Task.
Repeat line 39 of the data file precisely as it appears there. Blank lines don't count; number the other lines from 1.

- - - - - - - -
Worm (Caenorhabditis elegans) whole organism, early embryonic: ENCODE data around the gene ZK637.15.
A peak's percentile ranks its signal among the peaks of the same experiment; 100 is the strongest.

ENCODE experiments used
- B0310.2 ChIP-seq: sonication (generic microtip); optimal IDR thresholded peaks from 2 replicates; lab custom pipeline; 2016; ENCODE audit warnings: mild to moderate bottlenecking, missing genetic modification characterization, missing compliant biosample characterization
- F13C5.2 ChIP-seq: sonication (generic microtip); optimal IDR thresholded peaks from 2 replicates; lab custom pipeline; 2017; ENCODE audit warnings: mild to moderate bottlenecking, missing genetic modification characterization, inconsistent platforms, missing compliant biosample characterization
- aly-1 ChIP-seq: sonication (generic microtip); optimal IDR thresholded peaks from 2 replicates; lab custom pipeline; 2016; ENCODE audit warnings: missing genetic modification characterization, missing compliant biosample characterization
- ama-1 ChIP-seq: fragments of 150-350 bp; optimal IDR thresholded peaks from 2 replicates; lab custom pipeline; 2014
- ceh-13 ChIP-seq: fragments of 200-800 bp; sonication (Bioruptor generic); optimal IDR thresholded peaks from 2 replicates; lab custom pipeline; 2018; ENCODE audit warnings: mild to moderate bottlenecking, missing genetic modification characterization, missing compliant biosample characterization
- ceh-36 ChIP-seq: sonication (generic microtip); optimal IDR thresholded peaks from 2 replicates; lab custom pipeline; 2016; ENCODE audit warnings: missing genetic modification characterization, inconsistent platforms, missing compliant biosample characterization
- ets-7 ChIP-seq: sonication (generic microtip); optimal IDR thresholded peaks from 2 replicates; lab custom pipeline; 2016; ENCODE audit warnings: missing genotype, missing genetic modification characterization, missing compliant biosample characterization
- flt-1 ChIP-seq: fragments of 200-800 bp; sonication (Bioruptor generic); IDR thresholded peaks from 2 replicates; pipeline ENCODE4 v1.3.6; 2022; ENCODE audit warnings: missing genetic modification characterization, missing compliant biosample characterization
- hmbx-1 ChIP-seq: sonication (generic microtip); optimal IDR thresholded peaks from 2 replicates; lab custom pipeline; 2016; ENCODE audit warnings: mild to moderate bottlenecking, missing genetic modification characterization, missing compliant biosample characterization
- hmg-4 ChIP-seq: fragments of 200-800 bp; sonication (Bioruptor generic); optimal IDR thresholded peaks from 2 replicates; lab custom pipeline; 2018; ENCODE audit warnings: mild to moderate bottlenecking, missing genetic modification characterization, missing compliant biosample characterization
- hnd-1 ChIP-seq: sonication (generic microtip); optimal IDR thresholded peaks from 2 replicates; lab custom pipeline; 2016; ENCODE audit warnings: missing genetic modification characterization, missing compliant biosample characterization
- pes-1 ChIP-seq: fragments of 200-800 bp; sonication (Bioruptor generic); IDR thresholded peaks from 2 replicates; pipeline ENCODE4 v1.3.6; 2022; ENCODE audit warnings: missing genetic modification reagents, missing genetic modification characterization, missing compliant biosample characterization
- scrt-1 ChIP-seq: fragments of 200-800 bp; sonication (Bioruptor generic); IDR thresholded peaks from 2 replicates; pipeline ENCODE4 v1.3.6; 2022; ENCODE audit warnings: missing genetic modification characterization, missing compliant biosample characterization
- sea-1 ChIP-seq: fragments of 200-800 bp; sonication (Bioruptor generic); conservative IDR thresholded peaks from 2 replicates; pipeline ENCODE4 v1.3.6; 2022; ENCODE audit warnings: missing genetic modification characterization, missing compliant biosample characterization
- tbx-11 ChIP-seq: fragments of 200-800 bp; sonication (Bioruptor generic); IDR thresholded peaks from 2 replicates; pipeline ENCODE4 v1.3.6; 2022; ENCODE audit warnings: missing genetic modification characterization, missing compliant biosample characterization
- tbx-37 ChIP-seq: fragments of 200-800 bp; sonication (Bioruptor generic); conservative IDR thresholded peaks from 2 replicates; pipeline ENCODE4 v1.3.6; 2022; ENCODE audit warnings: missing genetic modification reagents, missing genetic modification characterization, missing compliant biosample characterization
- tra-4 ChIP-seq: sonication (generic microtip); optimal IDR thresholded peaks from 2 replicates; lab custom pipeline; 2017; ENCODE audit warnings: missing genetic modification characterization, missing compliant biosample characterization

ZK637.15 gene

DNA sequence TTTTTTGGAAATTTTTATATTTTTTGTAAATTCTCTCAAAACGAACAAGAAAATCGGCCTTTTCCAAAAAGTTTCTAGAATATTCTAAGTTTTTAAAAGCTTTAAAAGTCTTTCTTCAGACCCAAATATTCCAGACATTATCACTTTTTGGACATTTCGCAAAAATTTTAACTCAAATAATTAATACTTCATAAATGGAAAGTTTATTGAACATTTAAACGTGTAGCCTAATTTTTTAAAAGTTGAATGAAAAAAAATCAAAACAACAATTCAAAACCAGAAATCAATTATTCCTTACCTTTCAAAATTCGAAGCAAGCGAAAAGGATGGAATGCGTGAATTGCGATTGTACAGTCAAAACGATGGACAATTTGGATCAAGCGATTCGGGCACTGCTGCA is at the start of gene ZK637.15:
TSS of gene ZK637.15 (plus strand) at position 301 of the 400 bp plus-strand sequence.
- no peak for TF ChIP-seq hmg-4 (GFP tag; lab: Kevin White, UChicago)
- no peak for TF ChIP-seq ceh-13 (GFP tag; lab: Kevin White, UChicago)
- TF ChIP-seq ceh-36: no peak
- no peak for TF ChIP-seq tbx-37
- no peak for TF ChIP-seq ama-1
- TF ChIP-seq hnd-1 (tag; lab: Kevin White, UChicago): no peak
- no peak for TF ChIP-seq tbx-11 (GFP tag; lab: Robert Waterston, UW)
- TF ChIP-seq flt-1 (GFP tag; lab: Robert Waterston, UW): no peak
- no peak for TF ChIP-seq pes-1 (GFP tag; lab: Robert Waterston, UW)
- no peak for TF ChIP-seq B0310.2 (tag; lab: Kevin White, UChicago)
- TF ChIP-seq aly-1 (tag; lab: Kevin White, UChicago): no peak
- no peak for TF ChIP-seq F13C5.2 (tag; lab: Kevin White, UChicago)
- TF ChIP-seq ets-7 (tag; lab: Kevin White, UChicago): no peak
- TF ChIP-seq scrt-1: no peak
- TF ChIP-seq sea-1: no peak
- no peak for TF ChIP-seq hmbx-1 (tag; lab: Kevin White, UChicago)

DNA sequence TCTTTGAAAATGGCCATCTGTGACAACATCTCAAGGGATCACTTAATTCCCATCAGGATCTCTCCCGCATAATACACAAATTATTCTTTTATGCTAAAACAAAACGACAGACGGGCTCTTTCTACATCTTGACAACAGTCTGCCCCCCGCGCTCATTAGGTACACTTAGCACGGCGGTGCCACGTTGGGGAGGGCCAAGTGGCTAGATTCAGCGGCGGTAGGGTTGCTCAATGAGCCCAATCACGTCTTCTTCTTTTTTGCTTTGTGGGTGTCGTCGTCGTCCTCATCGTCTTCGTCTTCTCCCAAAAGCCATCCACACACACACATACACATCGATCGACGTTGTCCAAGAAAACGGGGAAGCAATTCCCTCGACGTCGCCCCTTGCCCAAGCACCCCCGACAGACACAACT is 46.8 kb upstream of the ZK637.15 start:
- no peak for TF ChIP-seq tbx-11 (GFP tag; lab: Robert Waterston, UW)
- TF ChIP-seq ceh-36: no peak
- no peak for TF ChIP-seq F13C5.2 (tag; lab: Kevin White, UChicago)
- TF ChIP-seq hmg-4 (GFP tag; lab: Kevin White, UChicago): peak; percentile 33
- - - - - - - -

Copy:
- no peak for TF ChIP-seq hmbx-1 (tag; lab: Kevin White, UChicago)